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NYC Department of Housing Preservation & Development

FOR IMMEDIATE RELEASE
Thursday, September 20, 2012

Eric Bederman (HPD) 212-863-5176


DEPUTY MAYOR STEEL AND HPD COMMISSIONER WAMBUA ANNOUNCE EXTRA ORDINARY RESPONSE TO CITY’S adAPT NYC COMPETITION TO DEVELOP INNOVATIVE APARTMENT MODEL FOR SMALL HOUSEHOLDS

 

More Than 30 Proposals Submitted To Design and Build Micro-Unit Project at 335 East 27th Street 

Deputy Mayor for Economic Development Robert K. Steel and NYC Department of Housing Preservation and Development (HPD) Commissioner Mathew M. Wambua announced that the agency had received a robust response to the City’s adAPT NYC competition, a pilot program to develop a new housing model for the City’s growing small-household population. Mayor Bloomberg made the announcement and released the Request for Proposals (RFP) on July 9th, seeking a development team to design and build a rental building composed primarily, or entirely, of micro-unit apartments anticipated to be between275 and 300 square feet. By the submission deadline of September 14th HPD had received 33 proposals, with the RFP having been downloaded more than 1,600 times inhundreds of cities domestically and abroad. 

The adAPT initiative is part of Mayor Michael R. Bloomberg’s New Housing Marketplace Plan (NHMP). The NHMP is a multi-billion dollar initiative to finance 165,000 units of affordable housing for half a million New Yorkers by the close of Fiscal Year 2014. For every dollar invested by the City, the Plan has leveraged $3.41 in private funding for a total commitment of more than $19.4 billion to fund the creation or preservation of more than 141,000 units of affordable housing across the five boroughs.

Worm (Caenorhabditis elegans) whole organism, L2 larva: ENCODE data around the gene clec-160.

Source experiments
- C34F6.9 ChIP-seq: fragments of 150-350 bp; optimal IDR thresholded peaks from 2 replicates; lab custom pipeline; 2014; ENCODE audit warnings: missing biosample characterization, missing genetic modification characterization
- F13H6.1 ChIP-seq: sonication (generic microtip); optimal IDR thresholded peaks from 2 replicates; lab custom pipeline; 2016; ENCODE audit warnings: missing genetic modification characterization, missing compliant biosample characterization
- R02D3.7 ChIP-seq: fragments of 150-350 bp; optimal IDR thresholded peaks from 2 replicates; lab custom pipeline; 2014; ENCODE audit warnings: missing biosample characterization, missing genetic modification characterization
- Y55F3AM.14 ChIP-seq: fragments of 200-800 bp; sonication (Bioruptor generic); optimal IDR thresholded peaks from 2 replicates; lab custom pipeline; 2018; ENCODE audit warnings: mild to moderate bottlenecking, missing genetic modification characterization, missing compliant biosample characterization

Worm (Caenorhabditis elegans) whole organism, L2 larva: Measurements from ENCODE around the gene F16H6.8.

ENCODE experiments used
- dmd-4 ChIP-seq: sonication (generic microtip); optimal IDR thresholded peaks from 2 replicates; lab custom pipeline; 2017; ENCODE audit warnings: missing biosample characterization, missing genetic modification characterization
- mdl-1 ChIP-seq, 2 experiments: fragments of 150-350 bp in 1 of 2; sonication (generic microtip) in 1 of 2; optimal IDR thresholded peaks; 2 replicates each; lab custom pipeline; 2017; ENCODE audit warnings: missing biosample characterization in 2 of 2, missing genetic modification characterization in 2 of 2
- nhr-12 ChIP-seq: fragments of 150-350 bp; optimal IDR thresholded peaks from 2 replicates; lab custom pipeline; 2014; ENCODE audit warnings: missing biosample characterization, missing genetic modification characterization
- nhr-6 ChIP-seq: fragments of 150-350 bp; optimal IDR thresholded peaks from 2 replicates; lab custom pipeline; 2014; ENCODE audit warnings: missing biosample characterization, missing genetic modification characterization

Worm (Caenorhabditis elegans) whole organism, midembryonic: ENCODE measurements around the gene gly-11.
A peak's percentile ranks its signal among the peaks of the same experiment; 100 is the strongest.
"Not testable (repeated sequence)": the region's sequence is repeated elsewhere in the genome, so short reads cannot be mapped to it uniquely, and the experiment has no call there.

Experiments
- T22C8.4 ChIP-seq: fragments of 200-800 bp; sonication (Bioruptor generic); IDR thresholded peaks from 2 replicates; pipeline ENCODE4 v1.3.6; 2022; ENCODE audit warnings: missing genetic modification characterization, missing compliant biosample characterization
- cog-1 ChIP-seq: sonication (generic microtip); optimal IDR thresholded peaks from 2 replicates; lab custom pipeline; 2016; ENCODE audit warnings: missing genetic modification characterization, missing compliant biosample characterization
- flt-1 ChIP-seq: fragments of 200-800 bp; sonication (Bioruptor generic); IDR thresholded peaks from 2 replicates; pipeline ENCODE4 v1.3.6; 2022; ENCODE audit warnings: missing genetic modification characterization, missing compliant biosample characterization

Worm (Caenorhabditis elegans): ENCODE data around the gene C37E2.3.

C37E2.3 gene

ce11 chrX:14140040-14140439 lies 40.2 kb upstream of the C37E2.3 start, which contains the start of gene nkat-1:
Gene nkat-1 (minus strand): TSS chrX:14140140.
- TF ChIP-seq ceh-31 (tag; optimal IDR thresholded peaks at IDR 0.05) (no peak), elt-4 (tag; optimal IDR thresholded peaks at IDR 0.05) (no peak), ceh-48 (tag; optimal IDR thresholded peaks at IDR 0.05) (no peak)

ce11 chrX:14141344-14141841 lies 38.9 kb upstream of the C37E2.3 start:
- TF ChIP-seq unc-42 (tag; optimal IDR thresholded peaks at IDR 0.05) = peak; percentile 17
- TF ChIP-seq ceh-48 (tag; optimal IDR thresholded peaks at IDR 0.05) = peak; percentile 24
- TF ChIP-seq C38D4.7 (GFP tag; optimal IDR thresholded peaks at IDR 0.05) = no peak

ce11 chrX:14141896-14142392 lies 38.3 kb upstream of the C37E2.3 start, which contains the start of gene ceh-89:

“Mayor Bloomberg’s innovative adAPT initiative has captured the imagination of developers and housing experts around the world and around the country, and we’re thrilled to have seen such a strong response to his call for proposals to bring a new housing option to the New York market,” Deputy Mayor Robert K. Steel said. “This project is about small apartments, but it’s clear this is another big idea from Mayor Bloomberg.” 

“The City’s adAPT NYC competition has ignited a global interest and conversation about how high-density urban centers can right-size their housing stock to fit changing demographics and to do it in a way that is safe, responsible, comfortable, and sustainable,” said Commissioner Wambua. “I am excited about the level of interest demonstrated by the number of responses to the RFP. We will be reviewing these submissions over the next few months and expect to designate a developer early next year.” 

The 33 submissions that were received by HPD represent proposals to design, finance, build, and manage the property.  Two design/development teams are comprised of partners from abroad; one from London and one from Amsterdam. There are also design/development teams representing other states; one from New Jersey and one from Massachusetts. Included in the submissions are proposals that suggest the use of modular design and some that include green/sustainable design such as solar paneling.